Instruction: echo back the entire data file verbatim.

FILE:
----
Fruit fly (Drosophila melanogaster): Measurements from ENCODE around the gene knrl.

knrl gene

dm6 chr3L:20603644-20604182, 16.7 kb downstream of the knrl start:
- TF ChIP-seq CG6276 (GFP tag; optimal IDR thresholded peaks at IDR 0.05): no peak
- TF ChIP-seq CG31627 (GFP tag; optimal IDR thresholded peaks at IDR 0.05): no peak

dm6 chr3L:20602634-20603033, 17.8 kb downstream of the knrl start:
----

Fruit fly (Drosophila melanogaster): Measurements from ENCODE around the gene knrl.

knrl gene

dm6 chr3L:20603644-20604182, 16.7 kb downstream of the knrl start:
- TF ChIP-seq CG6276 (GFP tag; optimal IDR thresholded peaks at IDR 0.05): no peak
- TF ChIP-seq CG31627 (GFP tag; optimal IDR thresholded peaks at IDR 0.05): no peak

dm6 chr3L:20602634-20603033, 17.8 kb downstream of the knrl start: